First of all, the major achievement was the declaration of Independence on 11 March 1990. This was the triumph of revival of the entire nation and our major legal, political and diplomatic victory. And above all, this was a moral victory of Lithuanians and all the nations living in our country, as well as every person of good will. We often hear that politics is an art of compromise. I agree with this statement with one reservation. A compromise can be sought with a political opponent or a power that has a different understanding of how to pursue the same goals. However, seeking a compromise with a murderer and enemy, or perpetrator of genocide of any nation seems neither sensible, nor even possible. I also believe that it is impossible to seek compromise at the cost of conscience, truth, and freedom.    


In view of my long-term experience in politics, I know that sometimes you must seek a compromise or agreement and give way or renounce something. But sometimes you must call a spade a spade when the betrayal of values and principles not only proves moral weakness, but also leads to the weakening of democracy, which actually weakens your country, tramples on your values, and undermines the statehood. In the period between 1990 and 1992, especially from the declaration of Independence until the failed August putsch in Moscow, Lithuania was pressurised on multiple occasions to renounce certain positions, temporarily return to the status quo before 11 March 1990, and surrender some freedom. It is very frightening to think that the idea of agreeing to one or other compromise and renouncing our freedom, perhaps some of it, perhaps for a short period of time, could have prevailed. How much freedom would have remained then and how much freedom would we have now? Would not Lithuania, as a fighter for freedom, become a mere political caricature of itself? Would we have an occasion to celebrate today?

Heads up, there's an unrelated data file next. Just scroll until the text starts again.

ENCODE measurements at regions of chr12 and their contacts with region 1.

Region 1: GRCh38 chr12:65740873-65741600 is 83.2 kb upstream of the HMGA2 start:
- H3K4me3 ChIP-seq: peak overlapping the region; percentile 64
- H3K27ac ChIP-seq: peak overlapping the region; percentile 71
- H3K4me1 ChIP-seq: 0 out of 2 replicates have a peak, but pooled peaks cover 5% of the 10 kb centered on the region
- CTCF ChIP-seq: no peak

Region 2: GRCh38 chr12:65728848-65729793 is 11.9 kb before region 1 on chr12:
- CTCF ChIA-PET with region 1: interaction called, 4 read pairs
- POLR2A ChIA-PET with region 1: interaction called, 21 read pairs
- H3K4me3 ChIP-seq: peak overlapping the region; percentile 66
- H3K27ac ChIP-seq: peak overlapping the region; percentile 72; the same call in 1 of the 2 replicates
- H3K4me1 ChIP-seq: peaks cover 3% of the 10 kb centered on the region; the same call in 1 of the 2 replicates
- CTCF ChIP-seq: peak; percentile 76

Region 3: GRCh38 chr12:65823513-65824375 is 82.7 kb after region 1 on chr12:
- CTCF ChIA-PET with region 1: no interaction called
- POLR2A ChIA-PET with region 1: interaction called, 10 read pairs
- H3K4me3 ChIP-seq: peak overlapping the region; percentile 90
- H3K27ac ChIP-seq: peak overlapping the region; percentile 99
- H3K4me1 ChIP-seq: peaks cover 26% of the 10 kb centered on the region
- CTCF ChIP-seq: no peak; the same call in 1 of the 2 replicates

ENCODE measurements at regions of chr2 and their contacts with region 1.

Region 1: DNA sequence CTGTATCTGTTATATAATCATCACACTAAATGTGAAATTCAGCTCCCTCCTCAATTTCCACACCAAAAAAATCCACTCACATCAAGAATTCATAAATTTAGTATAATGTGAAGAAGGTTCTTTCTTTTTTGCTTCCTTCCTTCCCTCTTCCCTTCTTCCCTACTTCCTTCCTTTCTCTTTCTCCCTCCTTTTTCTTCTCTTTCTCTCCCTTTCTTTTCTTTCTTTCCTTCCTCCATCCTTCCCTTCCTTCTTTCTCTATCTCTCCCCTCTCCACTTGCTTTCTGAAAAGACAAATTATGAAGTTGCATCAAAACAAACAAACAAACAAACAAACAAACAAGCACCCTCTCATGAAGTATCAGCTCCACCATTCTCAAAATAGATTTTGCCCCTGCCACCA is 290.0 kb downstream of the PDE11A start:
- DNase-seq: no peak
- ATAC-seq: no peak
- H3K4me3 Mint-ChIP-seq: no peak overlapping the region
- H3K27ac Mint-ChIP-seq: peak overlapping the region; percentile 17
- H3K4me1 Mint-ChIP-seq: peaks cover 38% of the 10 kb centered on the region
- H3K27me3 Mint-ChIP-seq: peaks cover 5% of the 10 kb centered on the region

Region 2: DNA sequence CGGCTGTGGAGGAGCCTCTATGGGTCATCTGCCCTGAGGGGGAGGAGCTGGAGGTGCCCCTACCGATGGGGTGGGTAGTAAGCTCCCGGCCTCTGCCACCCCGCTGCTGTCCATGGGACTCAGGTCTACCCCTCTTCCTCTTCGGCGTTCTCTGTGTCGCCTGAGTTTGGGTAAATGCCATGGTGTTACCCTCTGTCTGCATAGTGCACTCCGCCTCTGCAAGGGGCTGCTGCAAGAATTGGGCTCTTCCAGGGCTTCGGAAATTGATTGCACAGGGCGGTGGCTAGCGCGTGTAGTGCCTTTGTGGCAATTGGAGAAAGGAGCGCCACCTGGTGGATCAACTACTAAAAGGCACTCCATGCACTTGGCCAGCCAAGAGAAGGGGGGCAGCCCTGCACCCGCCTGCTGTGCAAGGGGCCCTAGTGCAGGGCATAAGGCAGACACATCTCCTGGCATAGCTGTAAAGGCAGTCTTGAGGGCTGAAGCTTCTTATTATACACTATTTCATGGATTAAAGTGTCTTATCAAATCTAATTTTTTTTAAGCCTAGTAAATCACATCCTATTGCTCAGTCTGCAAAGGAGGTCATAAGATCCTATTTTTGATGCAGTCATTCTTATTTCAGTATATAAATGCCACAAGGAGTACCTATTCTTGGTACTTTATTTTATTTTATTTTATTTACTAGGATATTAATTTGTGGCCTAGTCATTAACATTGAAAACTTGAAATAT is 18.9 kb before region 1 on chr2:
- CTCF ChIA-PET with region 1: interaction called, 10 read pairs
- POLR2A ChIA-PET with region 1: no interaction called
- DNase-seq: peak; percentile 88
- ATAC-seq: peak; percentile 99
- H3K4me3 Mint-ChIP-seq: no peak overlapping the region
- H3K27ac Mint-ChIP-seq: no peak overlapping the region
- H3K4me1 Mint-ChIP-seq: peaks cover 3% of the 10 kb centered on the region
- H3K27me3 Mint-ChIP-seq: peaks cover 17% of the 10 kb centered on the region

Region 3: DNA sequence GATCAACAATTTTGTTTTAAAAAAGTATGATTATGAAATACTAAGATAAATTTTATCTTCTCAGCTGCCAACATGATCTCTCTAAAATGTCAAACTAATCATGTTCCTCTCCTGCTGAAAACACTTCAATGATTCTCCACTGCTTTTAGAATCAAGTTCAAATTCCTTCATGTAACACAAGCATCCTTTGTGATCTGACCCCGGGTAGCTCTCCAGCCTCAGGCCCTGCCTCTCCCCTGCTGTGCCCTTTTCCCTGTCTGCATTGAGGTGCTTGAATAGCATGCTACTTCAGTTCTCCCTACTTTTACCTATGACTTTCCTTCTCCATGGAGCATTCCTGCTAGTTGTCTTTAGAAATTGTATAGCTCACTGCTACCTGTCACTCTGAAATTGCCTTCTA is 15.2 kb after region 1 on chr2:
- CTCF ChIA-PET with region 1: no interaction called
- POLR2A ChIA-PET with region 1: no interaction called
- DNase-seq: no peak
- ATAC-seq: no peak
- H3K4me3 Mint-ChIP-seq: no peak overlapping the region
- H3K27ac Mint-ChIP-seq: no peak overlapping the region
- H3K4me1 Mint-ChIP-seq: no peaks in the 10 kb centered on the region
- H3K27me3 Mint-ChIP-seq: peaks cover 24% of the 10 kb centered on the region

I consider this faithfulness to moral principles, no matter what, to be one of the most significant or even the most significant lesson that Lithuania has been taught by the Reconstituent Seimas on our way to democracy. Unfortunately, democracy has a shadow side. It ensures equal protection for all citizens: both the creators of history and those who scorn it, the defenders of freedom and those who defame their memory. However, every honest person must remember two dates: 11 March 1990 and 13 January 1991, as well as the price that was paid for them. We must admit that it was a challenge for the Lithuanian government, the entire nation, and each and every one of us.